Design

The first decision we must make is how to structure URLs for our protocol. We'll imitate the HTTP URL and specify that finger URLs should be of the following format:

finger://host/user

In this syntax, host is the host to contact and user is an optional user to ask for information about. If the user name is omitted, we will return information about all users.

Because we already have a fingerClient class written, we need to write only the subclasses to URLStreamHandler and URLConnection. Our stream handler will use the client object to format the returned information using HTML. The handler will write the content into a StringBuffer, which will be used to create a StringBufferInputStream. The fingerConnection, a subclass of URLConnection, will take this stream and implement the getInputStream() and getContent() methods.

In our implementation, the protocol handler object does all the work of retrieving the remote content; the connection object simply retrieves the data from the stream provided. Usually, the connection object handler would retrieve the content. The openConnection() method would open a connection to the remote location, and the getInputStream() would return a stream to read the contents. In our case, the protocol is very simple (compared to something as complex as FTP) and we can handle everything in the protocol handler.

The fingerConnection Source

The source for the fingerConnection class should go in the same file as the Handler class. The constructor copies the InputStream passed and calls the URLConnection constructor. It also sets the URLConnection member to indicate that the connection cannot take input. Listing 24.1 contains the source for this class.


Listing 24.1. The fingerConnection class.
class fingerConnection extends URLConnection {
  InputStream in;

  fingerConnection( URL u, InputStream in ) {
    super( u );
    this.in = in;
    this.setDoInput( false );
  }

  public void connect( ) {
    return;
  }

  public InputStream getInputStream( ) throws IOException {
    return in;
  }

  public Object getContent( ) throws IOException {
    String retval;
    int nbytes;
    byte buf[] = new byte[ 1024 ];

    try {
      while( (nbytes = in.read( buf, 0, 1024 )) != -1 ) {
        retval += new String( buf, 0, 0, nbytes );
      }
    } catch( Exception e ) {
      System.err.println(
        "fingerConnection::getContent: Exception\n" + e );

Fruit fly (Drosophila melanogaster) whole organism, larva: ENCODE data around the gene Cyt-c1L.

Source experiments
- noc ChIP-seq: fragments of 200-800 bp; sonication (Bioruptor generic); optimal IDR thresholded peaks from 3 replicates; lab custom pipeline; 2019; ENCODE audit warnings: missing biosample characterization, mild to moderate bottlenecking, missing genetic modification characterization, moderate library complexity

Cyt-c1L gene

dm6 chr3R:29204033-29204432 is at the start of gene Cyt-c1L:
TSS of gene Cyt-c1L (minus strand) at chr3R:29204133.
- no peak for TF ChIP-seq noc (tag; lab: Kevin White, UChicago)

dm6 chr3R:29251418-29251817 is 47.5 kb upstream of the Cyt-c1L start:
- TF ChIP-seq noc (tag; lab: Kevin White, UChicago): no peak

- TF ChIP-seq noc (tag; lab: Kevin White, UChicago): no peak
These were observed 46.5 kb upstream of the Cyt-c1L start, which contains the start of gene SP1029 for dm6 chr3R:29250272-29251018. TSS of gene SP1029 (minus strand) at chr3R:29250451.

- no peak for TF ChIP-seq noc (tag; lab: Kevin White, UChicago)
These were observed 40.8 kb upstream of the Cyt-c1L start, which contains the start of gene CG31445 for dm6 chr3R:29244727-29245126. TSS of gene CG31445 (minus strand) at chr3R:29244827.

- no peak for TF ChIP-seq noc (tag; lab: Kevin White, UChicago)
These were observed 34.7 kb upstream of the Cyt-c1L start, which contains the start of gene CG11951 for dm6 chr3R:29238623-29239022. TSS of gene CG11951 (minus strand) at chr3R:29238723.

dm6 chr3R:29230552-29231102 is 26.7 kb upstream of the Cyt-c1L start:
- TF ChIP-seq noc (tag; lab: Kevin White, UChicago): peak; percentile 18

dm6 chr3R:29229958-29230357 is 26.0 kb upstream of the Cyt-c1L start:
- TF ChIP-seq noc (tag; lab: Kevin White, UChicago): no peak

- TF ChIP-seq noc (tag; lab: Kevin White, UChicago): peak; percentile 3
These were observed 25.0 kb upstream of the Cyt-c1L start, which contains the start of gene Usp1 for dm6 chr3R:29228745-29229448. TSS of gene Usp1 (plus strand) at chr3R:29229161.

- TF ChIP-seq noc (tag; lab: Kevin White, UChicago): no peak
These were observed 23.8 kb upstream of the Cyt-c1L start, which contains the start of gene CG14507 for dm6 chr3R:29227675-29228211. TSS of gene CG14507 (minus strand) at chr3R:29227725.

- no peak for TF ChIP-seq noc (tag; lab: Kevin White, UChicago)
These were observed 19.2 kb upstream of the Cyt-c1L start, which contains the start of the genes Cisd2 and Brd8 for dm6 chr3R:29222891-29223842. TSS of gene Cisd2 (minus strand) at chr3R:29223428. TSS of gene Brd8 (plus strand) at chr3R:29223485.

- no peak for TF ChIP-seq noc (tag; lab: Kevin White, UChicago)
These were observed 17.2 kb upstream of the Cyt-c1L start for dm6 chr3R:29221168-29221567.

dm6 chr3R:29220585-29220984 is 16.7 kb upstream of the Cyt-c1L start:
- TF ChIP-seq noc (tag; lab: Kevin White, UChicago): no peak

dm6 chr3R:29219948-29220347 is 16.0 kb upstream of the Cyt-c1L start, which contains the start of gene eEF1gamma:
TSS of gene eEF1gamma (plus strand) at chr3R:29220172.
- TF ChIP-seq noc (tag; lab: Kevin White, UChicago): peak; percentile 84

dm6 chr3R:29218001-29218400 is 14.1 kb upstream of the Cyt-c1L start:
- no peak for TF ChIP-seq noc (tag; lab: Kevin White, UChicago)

e.printStackTrace( System.err );
    }

    return retval
  }
}

Handler Source

First, let's rough out the skeleton of the Handler.java file. We need the package statement so that our classes are compiled into the package where the runtime handler will look for them. We also import the fingerClient object here. The outline of the class is shown in Listing 24.2.


Listing 24.2. Protocol handler skeleton.
package sun.net.www.protocol.finger;

import java.io.*;
import java.net.*;
import sun.net.www.protocol.finger.fingerClient;


// fingerConnection source goes here

public class Handler extends URLStreamHandler {
  // openConnection() Method
}

The openConnection() Method

Now we'll develop the method responsible for returning an appropriate URLConnection object to retrieve a given URL. The method starts out by allocating a StringBuffer to hold our return data. We also will parse out the host name and user name from the URL argument. If the host was omitted, we default to localhost. The code for openConnection() is given in Listings 24.3 through 24.6.


Listing 24.3. The openConnection() method: parsing the URL.
public synchronized URLConnection openConnection( URL u ) {
  StringBuffer sb = new StringBuffer( );

  String host = u.getHost( );
  String user = u.getFile( ).substring( 1, u.getFile( ).length() );

  if( host.equals( "" ) ) {
    host = "localhost";
  }

Next, the method writes an HTML header into the buffer (see Listing 24.4). This allows a Java-based Web browser to display the finger information in a nice-looking format.


Listing 24.4. The openConnection() method: writing the HTML header.
sb.append( "<HTML><head>\n");
sb.append( "<title>Fingering " );
sb.append( (user.equals("") ? "everyone" : user) );
sb.append( "@" + host );
sb.append( "</title></head>\n" );

sb.append( "<body>\n" );
sb.append( "<pre>\n" );

We'll then use the fingerClient class to get the information into a String and then append it to our buffer. If there is an error while getting the finger information, we will put the error message from the exception into the buffer instead (see Listing 24.5).